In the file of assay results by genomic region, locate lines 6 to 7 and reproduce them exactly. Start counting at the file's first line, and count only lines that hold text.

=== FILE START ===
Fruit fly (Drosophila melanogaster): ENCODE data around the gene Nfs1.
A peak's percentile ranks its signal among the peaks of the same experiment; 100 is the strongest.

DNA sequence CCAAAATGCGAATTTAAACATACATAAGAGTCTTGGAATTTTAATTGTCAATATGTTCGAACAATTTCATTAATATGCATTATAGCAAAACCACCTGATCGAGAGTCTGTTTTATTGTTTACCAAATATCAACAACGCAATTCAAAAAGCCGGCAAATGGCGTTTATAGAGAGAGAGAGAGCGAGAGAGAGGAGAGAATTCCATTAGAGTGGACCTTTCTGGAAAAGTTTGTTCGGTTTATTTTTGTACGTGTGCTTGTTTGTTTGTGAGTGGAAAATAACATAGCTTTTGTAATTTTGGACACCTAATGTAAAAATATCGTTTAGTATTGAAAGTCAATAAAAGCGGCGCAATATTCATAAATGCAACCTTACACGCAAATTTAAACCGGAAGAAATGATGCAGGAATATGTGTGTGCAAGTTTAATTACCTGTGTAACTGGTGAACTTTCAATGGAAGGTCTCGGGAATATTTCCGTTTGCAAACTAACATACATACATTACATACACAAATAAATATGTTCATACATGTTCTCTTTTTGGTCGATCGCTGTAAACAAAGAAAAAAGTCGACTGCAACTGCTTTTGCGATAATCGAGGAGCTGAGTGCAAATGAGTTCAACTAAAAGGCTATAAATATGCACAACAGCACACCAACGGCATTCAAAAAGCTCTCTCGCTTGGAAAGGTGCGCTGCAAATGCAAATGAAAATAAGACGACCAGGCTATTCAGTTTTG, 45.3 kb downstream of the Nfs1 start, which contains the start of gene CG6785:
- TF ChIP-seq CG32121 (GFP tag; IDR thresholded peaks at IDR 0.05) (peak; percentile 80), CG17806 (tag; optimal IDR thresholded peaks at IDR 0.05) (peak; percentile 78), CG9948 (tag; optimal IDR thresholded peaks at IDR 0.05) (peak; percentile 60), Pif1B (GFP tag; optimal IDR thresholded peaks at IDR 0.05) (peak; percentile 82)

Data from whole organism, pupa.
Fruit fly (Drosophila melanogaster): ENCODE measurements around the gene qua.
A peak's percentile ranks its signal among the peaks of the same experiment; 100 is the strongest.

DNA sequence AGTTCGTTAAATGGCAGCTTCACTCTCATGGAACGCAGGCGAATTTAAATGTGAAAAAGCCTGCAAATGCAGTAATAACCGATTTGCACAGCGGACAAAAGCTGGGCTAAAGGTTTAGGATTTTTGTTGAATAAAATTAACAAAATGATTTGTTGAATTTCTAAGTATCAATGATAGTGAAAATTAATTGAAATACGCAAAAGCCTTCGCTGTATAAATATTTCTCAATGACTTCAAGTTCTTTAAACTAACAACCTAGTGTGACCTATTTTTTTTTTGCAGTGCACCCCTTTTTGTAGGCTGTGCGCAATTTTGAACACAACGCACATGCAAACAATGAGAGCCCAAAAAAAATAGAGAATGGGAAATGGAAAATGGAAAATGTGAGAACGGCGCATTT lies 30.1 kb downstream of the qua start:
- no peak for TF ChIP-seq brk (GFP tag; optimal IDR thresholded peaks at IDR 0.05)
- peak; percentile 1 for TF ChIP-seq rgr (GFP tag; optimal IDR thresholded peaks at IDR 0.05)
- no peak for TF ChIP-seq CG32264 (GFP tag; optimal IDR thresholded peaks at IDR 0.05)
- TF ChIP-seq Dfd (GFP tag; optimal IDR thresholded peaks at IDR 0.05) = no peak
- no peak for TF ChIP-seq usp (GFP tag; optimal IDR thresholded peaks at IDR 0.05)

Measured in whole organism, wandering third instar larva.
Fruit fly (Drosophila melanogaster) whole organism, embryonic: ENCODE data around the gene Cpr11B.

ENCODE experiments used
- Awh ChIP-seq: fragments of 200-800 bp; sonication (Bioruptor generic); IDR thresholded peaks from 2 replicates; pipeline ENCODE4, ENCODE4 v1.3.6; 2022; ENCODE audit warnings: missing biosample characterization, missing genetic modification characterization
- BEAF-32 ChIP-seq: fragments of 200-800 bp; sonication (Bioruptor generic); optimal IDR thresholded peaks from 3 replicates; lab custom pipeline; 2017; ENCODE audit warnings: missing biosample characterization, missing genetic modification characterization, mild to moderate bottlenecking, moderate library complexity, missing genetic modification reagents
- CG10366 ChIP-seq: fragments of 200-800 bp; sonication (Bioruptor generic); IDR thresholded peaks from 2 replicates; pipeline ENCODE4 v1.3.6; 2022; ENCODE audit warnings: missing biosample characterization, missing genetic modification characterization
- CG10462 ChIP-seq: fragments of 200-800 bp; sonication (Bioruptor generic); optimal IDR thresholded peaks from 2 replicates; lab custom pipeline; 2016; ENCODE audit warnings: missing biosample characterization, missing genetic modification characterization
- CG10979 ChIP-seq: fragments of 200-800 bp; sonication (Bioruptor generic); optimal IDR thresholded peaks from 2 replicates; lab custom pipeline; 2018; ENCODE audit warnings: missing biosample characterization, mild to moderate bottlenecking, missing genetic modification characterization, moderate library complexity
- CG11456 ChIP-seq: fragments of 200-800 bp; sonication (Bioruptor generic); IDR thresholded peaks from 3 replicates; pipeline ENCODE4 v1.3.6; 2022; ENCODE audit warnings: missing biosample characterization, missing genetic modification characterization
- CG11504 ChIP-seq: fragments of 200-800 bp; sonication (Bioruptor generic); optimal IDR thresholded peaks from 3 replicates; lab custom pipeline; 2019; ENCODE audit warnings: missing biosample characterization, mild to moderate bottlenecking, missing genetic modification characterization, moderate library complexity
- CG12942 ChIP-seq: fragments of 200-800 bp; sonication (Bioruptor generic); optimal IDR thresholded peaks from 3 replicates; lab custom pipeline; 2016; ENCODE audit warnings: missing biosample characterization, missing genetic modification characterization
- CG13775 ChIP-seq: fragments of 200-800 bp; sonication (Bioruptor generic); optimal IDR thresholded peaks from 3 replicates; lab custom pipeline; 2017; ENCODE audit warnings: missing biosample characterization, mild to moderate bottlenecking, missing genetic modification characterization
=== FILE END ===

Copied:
Fruit fly (Drosophila melanogaster): ENCODE measurements around the gene qua.
A peak's percentile ranks its signal among the peaks of the same experiment; 100 is the strongest.